The rating and dating complex
Short man syndrome is an informal term and not a medical or psychological condition and goes by other names such as 'Napoleon complex'.Technically it is a form of inferiority complex in which the person attempts to overcompensate for their perceived shortcoming.Dating is seen as both a complex and simple matter, the difference between the Western world and other civilizations making it very intriguing as some dating rituals are extremely liberal, some are less free of constraints, while others are cut down to old fashioned gatherings, or are even illegal.Dating Customs on Various Continents Dating in Australia for example is illustrated by teens going out in large groups without really forming couples until they reach 18 or 19 years of age., courtship took place in parlor rooms and under parental supervision before the 1920s. But, once dating went public, along with the proliferation of media (radio, magazines, movies, and books), young people heard from others about what was “in.” , “from the late 1930s on, young people knew, down to the percentage point, what their peers throughout the country thought and did.” Perception and appearance became everything.As Beth Bailey, author of The concept of dating value had nothing to do with the interpersonal experience of a date–whether or not the boy (or girl, for that matter) was fun or charming or brilliant was irrelevant. Having a “good line” meant the young gentleman had to exhibit passion and personality to gain a girl’s attention.Scarcity was a common theme, and this mindset may have impacted dating life in this decade as well.Competitive dating, or “The Rating and Dating Complex” (by sociologist Willard Waller) dominated youth culture.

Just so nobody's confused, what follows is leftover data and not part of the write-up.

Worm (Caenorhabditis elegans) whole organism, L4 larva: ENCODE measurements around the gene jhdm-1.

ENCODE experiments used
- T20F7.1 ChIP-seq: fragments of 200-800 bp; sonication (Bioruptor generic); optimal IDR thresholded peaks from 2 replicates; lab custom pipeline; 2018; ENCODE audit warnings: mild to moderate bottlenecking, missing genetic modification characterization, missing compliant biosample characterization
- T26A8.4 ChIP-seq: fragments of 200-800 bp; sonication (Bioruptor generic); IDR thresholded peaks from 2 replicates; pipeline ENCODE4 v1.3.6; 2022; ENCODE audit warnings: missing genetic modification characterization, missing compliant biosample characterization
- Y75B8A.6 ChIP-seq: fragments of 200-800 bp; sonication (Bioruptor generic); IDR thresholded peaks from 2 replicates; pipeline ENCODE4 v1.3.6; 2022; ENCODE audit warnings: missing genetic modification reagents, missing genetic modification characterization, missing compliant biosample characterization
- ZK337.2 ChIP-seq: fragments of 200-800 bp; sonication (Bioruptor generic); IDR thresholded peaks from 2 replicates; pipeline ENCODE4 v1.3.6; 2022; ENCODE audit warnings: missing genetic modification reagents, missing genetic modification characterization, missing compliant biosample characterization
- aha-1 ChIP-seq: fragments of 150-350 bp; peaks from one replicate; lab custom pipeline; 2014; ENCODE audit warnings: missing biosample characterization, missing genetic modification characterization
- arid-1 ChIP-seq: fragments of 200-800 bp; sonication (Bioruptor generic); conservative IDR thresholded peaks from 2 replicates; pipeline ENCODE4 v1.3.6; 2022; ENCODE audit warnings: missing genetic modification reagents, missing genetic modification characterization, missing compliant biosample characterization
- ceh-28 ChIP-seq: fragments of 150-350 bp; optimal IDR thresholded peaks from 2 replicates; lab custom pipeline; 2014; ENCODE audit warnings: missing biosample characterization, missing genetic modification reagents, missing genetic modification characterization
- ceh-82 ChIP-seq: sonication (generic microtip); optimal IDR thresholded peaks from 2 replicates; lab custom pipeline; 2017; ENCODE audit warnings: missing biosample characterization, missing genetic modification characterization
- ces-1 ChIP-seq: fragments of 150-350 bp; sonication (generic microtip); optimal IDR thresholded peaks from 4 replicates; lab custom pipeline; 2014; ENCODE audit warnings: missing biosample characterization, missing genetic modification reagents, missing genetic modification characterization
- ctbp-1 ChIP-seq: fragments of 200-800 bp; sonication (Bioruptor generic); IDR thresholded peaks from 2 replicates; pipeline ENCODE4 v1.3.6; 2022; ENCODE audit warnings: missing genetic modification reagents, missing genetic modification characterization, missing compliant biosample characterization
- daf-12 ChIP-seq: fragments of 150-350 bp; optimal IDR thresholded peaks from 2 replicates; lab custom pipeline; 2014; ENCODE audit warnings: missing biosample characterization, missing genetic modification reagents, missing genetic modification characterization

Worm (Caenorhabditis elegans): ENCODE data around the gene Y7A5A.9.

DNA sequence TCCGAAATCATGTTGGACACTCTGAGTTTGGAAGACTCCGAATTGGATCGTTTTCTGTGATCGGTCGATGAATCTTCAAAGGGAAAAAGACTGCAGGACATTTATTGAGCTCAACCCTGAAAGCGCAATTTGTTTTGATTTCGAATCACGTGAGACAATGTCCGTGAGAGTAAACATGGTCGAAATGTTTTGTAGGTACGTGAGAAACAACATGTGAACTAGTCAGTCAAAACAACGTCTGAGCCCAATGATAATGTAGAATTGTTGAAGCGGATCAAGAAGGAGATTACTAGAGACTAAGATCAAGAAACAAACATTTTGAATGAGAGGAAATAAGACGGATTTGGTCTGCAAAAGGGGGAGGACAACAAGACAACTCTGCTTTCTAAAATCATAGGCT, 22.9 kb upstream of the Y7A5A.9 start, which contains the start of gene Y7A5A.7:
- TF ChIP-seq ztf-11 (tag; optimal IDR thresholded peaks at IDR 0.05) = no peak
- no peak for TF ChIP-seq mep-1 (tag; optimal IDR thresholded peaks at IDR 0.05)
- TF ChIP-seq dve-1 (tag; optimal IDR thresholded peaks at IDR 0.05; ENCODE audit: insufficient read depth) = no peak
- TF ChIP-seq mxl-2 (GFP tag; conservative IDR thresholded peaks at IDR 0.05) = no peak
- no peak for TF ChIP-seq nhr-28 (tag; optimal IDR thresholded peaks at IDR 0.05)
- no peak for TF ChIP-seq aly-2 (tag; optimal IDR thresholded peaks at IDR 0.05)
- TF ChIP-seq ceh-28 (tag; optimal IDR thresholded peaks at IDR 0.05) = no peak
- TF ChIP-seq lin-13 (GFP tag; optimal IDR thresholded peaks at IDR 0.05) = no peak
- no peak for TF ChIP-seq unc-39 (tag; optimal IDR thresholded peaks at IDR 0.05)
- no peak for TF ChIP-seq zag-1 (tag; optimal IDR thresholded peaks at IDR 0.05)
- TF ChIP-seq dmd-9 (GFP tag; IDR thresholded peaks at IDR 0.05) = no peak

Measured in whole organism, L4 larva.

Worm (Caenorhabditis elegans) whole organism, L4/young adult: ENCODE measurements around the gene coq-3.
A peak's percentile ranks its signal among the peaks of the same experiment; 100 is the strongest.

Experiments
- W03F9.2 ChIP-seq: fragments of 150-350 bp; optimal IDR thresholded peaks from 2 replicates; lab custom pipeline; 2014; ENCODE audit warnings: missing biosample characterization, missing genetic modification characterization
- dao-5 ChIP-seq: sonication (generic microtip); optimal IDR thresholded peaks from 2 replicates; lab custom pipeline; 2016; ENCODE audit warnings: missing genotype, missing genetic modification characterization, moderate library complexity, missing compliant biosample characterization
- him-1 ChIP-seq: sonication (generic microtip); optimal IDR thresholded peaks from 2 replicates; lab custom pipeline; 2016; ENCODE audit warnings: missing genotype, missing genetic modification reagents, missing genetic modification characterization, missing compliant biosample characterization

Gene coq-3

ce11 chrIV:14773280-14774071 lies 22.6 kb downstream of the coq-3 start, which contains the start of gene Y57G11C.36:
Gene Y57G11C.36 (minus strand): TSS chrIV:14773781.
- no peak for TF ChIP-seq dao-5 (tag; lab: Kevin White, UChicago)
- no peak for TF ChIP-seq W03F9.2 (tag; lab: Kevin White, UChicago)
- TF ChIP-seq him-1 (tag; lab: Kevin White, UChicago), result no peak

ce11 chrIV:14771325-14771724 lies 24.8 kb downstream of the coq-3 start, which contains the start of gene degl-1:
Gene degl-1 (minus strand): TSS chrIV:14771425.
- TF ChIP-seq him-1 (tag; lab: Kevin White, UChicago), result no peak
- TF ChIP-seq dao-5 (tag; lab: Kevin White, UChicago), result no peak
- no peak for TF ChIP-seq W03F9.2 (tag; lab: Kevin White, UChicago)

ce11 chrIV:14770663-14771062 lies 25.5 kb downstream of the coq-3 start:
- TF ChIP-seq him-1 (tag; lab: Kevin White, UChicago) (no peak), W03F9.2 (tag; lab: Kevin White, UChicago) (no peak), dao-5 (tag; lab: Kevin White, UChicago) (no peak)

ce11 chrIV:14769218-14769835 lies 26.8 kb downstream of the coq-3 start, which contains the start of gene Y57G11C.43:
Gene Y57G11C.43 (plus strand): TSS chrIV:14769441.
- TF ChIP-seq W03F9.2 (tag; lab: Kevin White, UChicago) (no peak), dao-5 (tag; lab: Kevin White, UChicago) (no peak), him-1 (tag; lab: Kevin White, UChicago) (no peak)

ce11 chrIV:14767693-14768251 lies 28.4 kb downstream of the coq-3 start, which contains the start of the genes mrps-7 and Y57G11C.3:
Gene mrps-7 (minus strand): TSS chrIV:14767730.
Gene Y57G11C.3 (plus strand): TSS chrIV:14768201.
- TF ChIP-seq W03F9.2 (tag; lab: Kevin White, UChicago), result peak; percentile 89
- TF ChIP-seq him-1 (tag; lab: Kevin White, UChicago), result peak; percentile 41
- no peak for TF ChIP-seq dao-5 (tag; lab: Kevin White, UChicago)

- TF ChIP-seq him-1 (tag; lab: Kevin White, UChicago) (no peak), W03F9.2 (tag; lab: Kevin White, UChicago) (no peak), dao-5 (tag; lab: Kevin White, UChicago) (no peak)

This is particularly common in men who gain a lot of confidence and status from physicality and who often gain pleasure from being able to feel physically imposing.
Having a relationship with someone is important in all cultures, however the process of dating is different according to countries.